Of course, pop also has its anachronisms. Acts like Talking Heads and Orange Juice passed themselves off as all-embracing entities, but below their aurally pleasing shell was a cleverness of sound that lifted them far beyond the standard chart bound production line. And to this day intelligent pop is the chagrin of chin-strokers everywhere, unable to fathom whether it’s ironic, annoying or actually just pretty tootin’ good.
Over the Wall’s new longplayer Treacherous will no doubt infuriate these scraggily bearded stooges. Awash with parping brass and slinging more hooks than a 'Peter Pan' casting session, the debut offering from Glasgow-based duo Gav Prentice and Ben Hillman could easily be misplaced as a glossy, snow-white affair. But entwined within the record’s honeyed core is a talent for making complex melodies sound sweet and simple.
It’s been a few years since the pairing were first touted for greatness north of the border, based mainly on their energetic live showings and the sumptuous folk-pop lament ‘Thurso’. Spruced up with a coat of production polish, the track’s nostalgic swoon bookends the ten tracks that precede it here; representing a triumphant climax to a record that’s often rewarding but occasionally naïve in its presentation.
Opening number ‘Shifts’ sets a frantic early pace that’s ignited by Prentice’s brogue-stained wail “we only have tonight”. This pulse-raising explosion of drum machine and keyboards segues perfectly into the old age-avoiding ‘Settle Down’, where a snowstorm of epileptic chime is replaced by the rally cry “go break free, it’s not your responsibility” bellowing out like a call to arms for disaffected twentysomethings.
The theme of gawky-youth-cum-adult insecurity frequently rears its head - from ‘Don’t Listen To Them Son’s gleeful rollick to the lovestruck blows of ‘Angela’ - and for the most part fashions out a deliciously catchy affair that’s caked in typical Scottish retrospect. But, with tortured lines like “Jess and the others could see my willy and it was embarrassing”, ‘Two Nightmares’s guitar twanging shtick is a step too far. It may spawn an immediate chuckle, but this schoolboy immaturity reduces an interesting composition into the album’s one true lull.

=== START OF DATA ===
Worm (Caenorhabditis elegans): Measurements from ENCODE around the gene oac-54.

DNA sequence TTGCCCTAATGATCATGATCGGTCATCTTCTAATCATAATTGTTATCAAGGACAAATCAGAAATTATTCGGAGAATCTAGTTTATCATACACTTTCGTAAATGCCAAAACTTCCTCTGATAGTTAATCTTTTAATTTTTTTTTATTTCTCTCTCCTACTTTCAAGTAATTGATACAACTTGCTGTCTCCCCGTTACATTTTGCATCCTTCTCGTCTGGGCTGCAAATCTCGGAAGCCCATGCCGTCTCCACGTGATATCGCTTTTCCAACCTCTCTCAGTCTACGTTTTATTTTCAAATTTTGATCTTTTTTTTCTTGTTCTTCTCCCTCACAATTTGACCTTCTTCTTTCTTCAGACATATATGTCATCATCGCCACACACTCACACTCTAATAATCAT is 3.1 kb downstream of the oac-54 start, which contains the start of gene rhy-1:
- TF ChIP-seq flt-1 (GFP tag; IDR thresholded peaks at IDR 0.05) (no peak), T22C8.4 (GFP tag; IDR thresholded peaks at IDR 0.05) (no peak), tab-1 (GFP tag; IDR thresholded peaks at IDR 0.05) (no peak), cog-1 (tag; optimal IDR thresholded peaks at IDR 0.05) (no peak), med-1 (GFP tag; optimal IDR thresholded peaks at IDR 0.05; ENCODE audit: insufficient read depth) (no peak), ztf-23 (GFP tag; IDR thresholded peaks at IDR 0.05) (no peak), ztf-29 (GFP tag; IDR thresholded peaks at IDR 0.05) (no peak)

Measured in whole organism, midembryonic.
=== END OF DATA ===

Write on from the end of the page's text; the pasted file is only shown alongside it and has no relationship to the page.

For a band so focused on immediacy, it’s the less-accessible numbers that showcase the duo’s full range. Built on a foundation of blinking keys, ‘A History of British Welfarism 1945-1984’s guitar-stained crescendo is a sobbing joy of indie-pop histrionics. ‘Stages’ is just as segmented and equally dramatic, setting off on brooding piano wander before rising as an insatiable toe-tapper that could easily slot into Field Music’s more choral undertakings. So much for single track pop ponies; this is a band with a motorway of ideas.
If widespread adulation was the objective, then Treacherous has just missed the mark – the gulf between euphoric romps and obstinate cuts is too wide to be populous. But what Over the Wall have produced is a shining debut LP brimming with the sort of effervescent melodies Scotland hasn’t created since the early Eighties. Sure, it doesn’t fling its doors wide open for the masses, but then you only really need to knock and let yourself in.